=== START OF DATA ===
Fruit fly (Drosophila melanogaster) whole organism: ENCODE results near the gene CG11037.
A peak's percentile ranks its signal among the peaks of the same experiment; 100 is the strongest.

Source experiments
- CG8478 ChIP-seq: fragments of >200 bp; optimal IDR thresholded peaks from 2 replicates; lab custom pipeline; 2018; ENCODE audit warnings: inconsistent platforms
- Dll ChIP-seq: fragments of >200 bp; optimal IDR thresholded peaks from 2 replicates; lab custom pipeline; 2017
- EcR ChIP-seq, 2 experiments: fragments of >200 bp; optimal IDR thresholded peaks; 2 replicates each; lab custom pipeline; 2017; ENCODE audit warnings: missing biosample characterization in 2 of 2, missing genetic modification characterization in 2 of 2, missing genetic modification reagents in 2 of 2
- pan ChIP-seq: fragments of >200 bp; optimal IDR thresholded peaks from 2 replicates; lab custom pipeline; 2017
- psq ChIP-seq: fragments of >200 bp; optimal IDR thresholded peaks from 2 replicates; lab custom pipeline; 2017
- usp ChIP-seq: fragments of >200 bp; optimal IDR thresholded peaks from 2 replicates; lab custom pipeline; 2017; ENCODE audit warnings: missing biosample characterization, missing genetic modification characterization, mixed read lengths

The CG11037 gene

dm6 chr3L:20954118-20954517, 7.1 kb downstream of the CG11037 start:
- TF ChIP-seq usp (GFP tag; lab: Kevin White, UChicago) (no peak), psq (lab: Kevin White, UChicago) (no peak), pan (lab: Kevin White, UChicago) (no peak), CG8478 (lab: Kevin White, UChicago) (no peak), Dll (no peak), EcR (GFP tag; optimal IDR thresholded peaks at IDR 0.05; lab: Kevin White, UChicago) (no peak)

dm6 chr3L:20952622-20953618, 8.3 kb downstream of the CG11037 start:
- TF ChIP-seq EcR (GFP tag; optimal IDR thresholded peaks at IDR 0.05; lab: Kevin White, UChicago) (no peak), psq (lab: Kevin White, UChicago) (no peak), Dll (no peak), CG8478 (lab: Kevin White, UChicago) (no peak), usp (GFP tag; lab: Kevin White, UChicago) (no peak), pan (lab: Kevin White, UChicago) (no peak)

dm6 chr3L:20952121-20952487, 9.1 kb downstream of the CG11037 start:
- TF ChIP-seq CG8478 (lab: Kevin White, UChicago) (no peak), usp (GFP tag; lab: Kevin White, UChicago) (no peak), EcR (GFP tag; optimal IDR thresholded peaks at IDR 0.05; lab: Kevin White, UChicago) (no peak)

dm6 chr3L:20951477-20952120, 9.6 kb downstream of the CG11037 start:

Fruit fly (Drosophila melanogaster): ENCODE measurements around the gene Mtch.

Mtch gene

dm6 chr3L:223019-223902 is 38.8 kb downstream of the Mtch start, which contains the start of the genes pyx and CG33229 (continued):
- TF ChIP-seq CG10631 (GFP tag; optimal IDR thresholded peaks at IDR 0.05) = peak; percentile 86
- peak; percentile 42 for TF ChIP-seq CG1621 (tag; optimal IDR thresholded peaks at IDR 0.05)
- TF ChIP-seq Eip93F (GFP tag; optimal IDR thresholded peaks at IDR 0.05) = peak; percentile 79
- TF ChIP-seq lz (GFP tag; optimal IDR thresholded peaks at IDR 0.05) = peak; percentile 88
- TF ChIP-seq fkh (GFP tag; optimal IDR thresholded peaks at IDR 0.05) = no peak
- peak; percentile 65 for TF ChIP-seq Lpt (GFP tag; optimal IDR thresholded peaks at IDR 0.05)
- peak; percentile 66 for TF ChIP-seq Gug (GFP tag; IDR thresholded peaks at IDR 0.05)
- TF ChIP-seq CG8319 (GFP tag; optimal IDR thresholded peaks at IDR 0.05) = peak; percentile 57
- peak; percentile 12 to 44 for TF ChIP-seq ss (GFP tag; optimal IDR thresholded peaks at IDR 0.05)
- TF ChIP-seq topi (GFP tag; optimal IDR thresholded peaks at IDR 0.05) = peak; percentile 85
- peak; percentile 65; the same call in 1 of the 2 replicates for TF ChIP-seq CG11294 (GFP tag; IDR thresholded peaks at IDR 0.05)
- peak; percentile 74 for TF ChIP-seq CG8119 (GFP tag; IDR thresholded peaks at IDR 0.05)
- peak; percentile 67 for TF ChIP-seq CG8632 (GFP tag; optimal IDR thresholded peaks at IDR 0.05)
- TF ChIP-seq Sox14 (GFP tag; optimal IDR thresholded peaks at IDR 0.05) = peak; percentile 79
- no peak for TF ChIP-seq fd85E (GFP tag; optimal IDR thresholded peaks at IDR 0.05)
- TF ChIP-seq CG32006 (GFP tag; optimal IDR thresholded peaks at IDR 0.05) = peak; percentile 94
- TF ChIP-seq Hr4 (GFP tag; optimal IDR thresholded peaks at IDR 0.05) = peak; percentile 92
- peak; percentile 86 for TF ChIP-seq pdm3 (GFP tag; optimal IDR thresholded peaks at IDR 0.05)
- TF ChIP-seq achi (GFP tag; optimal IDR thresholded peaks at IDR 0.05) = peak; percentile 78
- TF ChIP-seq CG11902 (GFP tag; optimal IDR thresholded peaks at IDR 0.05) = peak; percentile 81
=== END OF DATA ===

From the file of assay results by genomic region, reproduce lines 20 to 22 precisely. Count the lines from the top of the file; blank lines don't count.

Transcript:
dm6 chr3L:223019-223902 is 38.8 kb downstream of the Mtch start, which contains the start of the genes pyx and CG33229 (continued):
- TF ChIP-seq CG10631 (GFP tag; optimal IDR thresholded peaks at IDR 0.05) = peak; percentile 86
- peak; percentile 42 for TF ChIP-seq CG1621 (tag; optimal IDR thresholded peaks at IDR 0.05)